Ethical Concerns Regarding Public Officials

Ethical Concerns Regarding Public Officials

The seven major concerns regarding public services are 

1.    Theft & Fraud by Public Officials 
2.    Improper Use of Government Property 
3.    Bribery & Influence Peddling 
4.    Conflict of Interest & Self-dealing 
5.    Divulging Confidential Information 
6.    Improper Conduct Post-Employment 
7.    Immoral Conduct by Public Officials 


Ethical Concerns Regarding Public Officials
•    Theft of public property by public officials is one of the most serious ethical issues in government. 
•    Theft can range from the minor, such as taking home office supplies, to the massive, such as stealing millions of rupees from the government coffers.
•    Fraud is one of the most common and costly types of public-sector theft. Fraud, also known as theft by deception or trickery, occurs when a person intentionally deceives others in order to gain unjustly money, property, or services. 
•    Public officials attempt to defraud the government and taxpayers in a variety of ways. They may, for example, submit fictitious expense reports for expenses they did not incur or inflated work invoices for services they did not provide. 
•    In the most extreme cases, government officials may engage in elaborate deception schemes to divert large sums of public funds away from government programmes and services and into their own pockets.

2.    Improper Use of Government Property

•    Another significant issue is the use of public property for private gain by public officials
•    For example, using one's office phone for personal long-distance calls or using government vehicles for personal transportation are examples of this. Such misappropriations of government assets aren't exactly theft.
•    The government employee isn't stealing the office phone or the government vehicle. Instead, the issue revolves around the purpose for which government property is used
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•    It is expected that equipment and transportation will only be used for activities related to the performance of public duties, rather than for purely personal reasons or private gain.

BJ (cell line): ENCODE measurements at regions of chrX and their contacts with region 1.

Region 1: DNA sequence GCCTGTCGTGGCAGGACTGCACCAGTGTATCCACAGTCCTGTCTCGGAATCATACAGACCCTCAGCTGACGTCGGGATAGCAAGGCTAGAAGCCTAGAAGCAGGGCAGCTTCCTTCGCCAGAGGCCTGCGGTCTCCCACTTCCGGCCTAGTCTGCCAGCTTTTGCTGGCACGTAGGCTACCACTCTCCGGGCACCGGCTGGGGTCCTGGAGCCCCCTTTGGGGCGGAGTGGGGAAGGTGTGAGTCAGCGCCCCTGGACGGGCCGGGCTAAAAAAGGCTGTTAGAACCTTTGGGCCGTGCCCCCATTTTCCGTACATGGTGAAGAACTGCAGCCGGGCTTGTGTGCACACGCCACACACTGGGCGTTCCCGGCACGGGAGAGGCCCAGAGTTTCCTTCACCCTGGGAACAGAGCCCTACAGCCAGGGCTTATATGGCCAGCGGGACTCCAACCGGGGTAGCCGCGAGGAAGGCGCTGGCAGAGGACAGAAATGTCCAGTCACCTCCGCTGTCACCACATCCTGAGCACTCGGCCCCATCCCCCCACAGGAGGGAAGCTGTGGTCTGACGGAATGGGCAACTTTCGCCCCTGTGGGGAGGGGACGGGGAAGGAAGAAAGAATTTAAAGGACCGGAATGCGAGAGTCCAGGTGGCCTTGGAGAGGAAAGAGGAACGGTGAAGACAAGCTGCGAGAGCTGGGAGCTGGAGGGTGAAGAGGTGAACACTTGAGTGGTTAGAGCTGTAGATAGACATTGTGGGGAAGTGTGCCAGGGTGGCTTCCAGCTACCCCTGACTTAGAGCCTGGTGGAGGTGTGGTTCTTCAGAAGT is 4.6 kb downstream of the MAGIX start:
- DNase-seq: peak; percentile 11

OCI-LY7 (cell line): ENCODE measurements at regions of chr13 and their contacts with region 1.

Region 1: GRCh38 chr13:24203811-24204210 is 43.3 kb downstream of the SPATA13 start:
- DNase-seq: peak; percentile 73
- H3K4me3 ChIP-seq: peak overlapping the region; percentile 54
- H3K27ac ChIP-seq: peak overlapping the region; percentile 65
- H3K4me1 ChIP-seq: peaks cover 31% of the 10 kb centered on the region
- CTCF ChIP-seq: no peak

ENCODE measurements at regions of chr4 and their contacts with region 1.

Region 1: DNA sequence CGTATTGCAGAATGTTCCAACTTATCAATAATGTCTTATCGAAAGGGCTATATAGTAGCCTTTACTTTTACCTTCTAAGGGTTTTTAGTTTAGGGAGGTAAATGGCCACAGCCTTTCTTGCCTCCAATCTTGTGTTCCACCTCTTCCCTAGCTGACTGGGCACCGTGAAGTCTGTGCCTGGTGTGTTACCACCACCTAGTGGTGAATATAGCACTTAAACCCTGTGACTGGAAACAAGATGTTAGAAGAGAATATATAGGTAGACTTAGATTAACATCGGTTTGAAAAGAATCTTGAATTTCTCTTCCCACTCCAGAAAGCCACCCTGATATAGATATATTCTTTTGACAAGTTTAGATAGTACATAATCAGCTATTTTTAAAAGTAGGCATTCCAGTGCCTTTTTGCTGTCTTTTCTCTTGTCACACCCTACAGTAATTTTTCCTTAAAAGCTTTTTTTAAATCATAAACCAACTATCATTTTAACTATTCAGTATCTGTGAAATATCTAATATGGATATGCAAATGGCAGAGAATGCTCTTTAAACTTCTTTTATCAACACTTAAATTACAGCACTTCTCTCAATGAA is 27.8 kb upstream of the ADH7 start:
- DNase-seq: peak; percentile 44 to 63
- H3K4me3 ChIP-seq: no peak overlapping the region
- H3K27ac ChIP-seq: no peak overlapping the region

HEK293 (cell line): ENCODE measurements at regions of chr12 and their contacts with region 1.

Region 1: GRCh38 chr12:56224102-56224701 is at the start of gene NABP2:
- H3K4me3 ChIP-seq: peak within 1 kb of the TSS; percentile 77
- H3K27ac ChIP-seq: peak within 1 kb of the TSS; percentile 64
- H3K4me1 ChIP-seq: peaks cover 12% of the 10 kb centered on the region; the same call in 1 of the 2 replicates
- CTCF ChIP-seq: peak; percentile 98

3.    Bribery and Power Bribery 

•    It occurs when a person in a position of authority is offered and accepts a personal benefit in exchange for performing a task. A public official may be offered money, property, or free services, for example.
•    In exchange, he/she agrees to do something that benefits the bribe giver, such as vote a certain way on a piece of legislation or turn a blind eye to illegal activity
•    Influence peddling is a type of bribery in which a government official actively sells his or her ability to sway government decision-making. Bribery is when a private individual or group approaches a public official and offers to buy their interests. 
•    Influence peddling, on the other hand, involves the official approaching others in an attempt to sell access to government, whether through services or otherwise.

4.    Self-dealing and Conflict of Interest

•    A conflict of interest occurs when a public official's private interests interfere with the performance of his or her public duties.
•    The same concerns apply here as they do with bribery and influence peddling. When performing official duties, public servants and elected officials are expected to be impartial and objective, and to act in the best interests of the public. 
•    When a public official has a conflict of interest, however, there is concern that he or she will favour a special interest over the general public.
•    Conflicts of interest can arise in a variety of situations. One of the most obvious is self-dealing. This occurs when an individual's official activities include dealing with himself or herself in a private capacity, often for personal gain. 
•    A classic example is a government official who uses his or her position to hire their own private firm to work for the government. The concern is that a public official may choose his or her own company over other, better options simply because they want the government contract's profits.
•    Furthermore, he or she may be lax in ensuring that the public receives full value for their money. Concerns about conflicts of interest can arise when public officials deal with people they know well, such as family members, close friends, and business partners. 
•    The concern here is that the public official will prioritise the interests of this specific individual over the larger public good.

5.    Confidential Information

•    Public servants and elected officials have access to a wide range of sensitive information, including military/security secrets and personal information about citizens (criminal records, tax information, and medical histories). 
•    The conduct of public officials in relation to this sensitive information is an important area of government ethics. Generally speaking, it is assumed that public officials will keep this information private and will not reveal it in an inappropriate manner.